Maisha was 16 years old when an officer inside Los Angeles juvenile hall began to take interest in her. Over time it progressed to the point where the officer would grab her. She tried to avoid being alone with him, but the sexual assaults escalated. Maisha, who was incarcerated in 1997, knew the assaults were happening to other girls, but she never considered reporting it, recalling that, “If you tell on staff, then the other staff are going to treat you wrong and say you’re lying. I wouldn’t have told on nobody." Now 42, Maisha is speaking up for the first time about the abuse she says she endured while imprisoned in the nation's largest juvenile system. She is far from alone, reports The Guardian. Nearly 300 people have come forward in a lawsuit against Los Angeles County, detailing claims of sexual abuse by officers in juvenile jails, between 1972 and 2018. The case paints a disturbing picture of systemic misconduct and violence against multiple generations of children in the most vulnerable circumstances, some as young as 10 and 11. Staff sexually violated children in their cells, bathrooms, hallways, medical areas, solitary confinement and throughout more than a dozen boys and girls’ detention halls, the suit says. Some victims were handcuffed and intimidated into silence and submission. Despite the volume of testimony from decades past, scandals over the last two years suggest that the mistreatment and neglect of children behind bars is not a historical problem, and in fact worsening.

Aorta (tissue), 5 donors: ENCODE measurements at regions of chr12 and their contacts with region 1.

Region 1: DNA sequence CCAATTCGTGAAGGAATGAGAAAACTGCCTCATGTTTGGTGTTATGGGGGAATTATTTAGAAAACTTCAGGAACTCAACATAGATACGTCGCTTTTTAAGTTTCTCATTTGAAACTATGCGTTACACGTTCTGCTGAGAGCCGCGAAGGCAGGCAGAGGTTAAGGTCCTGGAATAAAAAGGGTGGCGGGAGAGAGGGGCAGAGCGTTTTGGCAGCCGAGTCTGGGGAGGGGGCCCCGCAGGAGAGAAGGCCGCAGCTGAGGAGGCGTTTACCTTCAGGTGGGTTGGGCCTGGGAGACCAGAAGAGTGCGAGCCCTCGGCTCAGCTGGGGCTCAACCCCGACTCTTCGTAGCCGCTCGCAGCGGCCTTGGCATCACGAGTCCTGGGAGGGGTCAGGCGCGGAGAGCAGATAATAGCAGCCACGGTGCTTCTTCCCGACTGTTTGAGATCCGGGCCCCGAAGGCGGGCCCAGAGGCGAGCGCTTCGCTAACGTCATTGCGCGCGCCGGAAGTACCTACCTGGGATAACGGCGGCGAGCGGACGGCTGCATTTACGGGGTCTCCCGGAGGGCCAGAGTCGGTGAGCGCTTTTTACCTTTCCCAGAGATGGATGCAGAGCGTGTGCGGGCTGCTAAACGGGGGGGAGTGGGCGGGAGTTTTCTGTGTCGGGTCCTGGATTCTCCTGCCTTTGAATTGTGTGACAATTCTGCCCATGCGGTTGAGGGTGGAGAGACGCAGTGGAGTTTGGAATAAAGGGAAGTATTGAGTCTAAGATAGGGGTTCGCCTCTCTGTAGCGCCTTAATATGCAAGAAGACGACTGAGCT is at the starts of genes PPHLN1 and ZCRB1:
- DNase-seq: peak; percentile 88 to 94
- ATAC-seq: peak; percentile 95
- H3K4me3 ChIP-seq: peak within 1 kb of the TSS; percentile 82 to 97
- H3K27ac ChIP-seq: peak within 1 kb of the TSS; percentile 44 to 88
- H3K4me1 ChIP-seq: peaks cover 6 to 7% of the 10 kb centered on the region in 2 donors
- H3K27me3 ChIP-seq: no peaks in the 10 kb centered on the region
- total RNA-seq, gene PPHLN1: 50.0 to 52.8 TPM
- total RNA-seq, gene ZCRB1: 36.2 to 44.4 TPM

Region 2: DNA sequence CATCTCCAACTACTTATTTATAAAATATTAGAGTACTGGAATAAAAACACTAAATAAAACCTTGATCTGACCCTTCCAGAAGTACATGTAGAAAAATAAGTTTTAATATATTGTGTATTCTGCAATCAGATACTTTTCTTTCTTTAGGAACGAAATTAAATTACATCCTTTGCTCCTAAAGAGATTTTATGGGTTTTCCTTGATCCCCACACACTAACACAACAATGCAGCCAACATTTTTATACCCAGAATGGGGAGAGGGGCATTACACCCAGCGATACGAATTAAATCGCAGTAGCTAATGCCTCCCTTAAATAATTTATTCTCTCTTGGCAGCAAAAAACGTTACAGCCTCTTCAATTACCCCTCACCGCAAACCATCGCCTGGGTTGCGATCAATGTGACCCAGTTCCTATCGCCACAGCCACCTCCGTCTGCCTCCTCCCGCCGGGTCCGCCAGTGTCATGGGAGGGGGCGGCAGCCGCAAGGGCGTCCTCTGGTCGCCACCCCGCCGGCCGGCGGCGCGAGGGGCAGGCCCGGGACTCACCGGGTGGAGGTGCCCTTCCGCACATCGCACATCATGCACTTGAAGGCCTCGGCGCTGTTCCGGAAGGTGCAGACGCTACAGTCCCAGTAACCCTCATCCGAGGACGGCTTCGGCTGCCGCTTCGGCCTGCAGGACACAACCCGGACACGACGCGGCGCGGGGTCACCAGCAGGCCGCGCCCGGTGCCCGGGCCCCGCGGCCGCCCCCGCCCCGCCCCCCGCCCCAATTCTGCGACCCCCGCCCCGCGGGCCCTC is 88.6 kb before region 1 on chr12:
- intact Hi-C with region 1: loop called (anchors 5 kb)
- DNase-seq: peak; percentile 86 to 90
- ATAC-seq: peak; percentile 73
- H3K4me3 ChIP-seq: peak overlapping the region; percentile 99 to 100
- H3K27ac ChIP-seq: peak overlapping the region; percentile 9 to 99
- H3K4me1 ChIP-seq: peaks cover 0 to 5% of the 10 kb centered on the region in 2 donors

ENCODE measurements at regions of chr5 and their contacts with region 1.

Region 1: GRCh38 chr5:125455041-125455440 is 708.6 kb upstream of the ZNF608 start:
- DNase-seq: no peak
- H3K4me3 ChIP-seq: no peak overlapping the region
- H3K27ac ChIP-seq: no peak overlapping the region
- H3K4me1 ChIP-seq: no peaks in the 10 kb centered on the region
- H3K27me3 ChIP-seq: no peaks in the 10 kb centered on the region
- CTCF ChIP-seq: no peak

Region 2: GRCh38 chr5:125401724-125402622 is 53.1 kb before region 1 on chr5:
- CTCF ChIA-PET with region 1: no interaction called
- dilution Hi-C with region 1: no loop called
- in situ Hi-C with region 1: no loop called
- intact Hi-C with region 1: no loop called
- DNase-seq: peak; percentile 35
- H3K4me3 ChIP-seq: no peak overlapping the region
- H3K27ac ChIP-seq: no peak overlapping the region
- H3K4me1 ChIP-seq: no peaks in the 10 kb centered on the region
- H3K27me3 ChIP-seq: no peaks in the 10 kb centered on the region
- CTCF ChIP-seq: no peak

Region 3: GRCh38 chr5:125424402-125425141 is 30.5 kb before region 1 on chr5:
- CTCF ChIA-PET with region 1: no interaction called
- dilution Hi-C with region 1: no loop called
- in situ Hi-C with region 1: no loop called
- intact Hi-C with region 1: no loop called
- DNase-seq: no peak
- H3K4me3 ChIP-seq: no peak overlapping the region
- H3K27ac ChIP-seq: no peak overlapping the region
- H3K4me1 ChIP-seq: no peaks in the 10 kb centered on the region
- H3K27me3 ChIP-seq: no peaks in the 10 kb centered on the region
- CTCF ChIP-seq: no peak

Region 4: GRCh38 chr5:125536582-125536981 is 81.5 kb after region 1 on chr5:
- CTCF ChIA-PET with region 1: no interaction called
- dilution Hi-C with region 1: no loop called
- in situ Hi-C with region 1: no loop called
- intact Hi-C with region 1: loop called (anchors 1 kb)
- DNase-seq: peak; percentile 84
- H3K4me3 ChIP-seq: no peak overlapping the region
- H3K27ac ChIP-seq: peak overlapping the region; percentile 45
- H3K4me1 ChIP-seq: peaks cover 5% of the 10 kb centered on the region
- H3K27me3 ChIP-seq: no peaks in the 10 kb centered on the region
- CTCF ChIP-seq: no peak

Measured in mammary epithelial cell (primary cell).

Maisha was jailed amid a “tough on crime” crackdown in the 1990s and the rise of the racist “superpredator” myth, which led the U.S. dramatically to increase its imprisonment of Black youth. By 2001, more than 4,000 were housed in L.A. juvenile halls and camps, which were significantly over capacity. One woman, who asked to only use her last name Jones, said she wasn’t even a teenager when she was sent to juvenile hall in the early 90s after getting in a fight. “It was scary. It was a whole environment I wasn’t used to, with these strangers and adults cursing you out and mistreating you. I felt like I was at a dog shelter,” she said. Three recent lawsuits have outlined decades of sexual abuse in L.A. juvenile facilities, including two cases on behalf of 70 women and the most current suit on behalf of 279 people, including Maisha and Jones. The suit alleges that some victims were targeted by multiple officers, and that some officers were serial predators. The juvenile hall network has shrunk considerably since Maisha and Jones were jailed, with roughly 500 youth now locked up on any given day across two facilities, nearly all of them Black or Latino. The state agency responsible for monitoring jail conditions found in 2021 that L.A. County’s juvenile facilities were “unsuitable” for confining youth.